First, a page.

Awesome science journalism?

The study “When Science Journalism is Awesome: Measuring Audiences’ Experiences of awe from Reading Science Stories” by Asheley R. Landrum and Kristina Janét from Texas Tech University, Kelsi Opat from Missouri State University and Heather Akin from University of Nebraska-Lincoln surveyed US audiences for facets of awe when exposed to science journalism. The authors used … Continued

ARTICLE: Japanese news media took no lessons from Fukushima

Leading Japanese news outlets failed their audiences during the Fukushima nuclear incident – and they have done little to improve, a team of Japanese researchers write. They interviewed the responsible editorial staff of 14 national news organizations. The interviewees readily admitted they had been unprepared to report on the disaster. Few newsrooms had journalists specialized … Continued

Untitled by Adrian Malec, licence CC0 1.0

ARTICLE: Science journalism has gotten worse

News articles on biomedical studies have since the year 2000 used more hyperbolic headlines and more frequently omitted replication statements, a team of University of Bordeaux researchers found. Estelle Dumas-Mallet, Andy Smith, Thomas Boraud and François Gonon analysed over 400 news stories on biomedical research, published globally between 1988 and 2009. First the authors selected … Continued

'198 Ways' notes by Dom Pates, licence CC BY 2.0

ARTICLE: Local audiences get less research-based journalism

Journalists who work for national audiences are more likely to use academic research and expert interviews than those who work for local or regional publications, writes John Wihbey of Northeastern University. Wihbey surveyed 1 118 journalists over their employment and their use of scholarly information. In addition to national audiences, Wihbey also discovered other factors … Continued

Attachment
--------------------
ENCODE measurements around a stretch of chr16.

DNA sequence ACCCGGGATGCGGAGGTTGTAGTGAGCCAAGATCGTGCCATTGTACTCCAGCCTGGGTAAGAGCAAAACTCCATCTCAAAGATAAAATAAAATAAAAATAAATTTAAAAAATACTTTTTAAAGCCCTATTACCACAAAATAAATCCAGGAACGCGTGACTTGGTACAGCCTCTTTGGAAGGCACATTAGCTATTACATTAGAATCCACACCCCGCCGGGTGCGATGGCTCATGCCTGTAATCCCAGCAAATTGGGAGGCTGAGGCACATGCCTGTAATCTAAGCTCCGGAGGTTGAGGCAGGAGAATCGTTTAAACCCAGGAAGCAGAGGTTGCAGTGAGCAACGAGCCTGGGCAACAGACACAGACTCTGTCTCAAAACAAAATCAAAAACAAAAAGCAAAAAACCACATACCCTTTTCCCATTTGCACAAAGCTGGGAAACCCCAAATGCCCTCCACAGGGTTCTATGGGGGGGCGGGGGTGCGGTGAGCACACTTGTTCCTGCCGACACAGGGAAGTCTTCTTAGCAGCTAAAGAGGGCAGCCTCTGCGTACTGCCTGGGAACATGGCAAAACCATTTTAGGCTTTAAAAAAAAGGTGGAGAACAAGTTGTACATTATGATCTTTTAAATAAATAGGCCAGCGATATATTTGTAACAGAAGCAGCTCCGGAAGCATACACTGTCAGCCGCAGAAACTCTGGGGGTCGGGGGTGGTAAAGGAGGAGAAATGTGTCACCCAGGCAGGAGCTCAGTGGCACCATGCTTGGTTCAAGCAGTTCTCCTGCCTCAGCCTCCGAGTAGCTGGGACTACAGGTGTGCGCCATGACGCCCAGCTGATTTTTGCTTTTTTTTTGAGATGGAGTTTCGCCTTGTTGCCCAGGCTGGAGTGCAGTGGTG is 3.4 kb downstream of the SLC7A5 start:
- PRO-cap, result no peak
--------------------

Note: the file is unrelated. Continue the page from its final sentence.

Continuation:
ARTICLE: Science news in Denmark and the UK

While the United Kingdom media market is large, open and complex, science news in Denmark works under different conditions, write Gunver Lystbaek Vestergaard and Kristian Hvidtfelt Nielsen, of Aarhus University. They compare science news in the UK and Denmark in order to locate small versus large country anomalies through content analysis. Results show that UK … Continued

ARTICLE: Science journalism headlines over-the-top

The headlines of science stories are often excessively emotive and exeggeratory, writes Katarzyna Molek-Kozakowska, of Opole University. The author studied the headlines of 400 most-read stories published on the website of the science magazine New Scientist. According to Molek-Kozakowska, the headlines mostly resemble the popular journalistic style rather than scientific style. This entails eye-catching, enthusing, … Continued

ARTICLE: News on science increase trust in science

The people who consume more news about science are more trustful of it, even if said news told about misconduct in science, writes Ulrika Andersson of University of Gothenburg. The author compared the news consumption patterns and levels of trust in science to the amount of negative science news in Sweden’s largest news outlets. The … Continued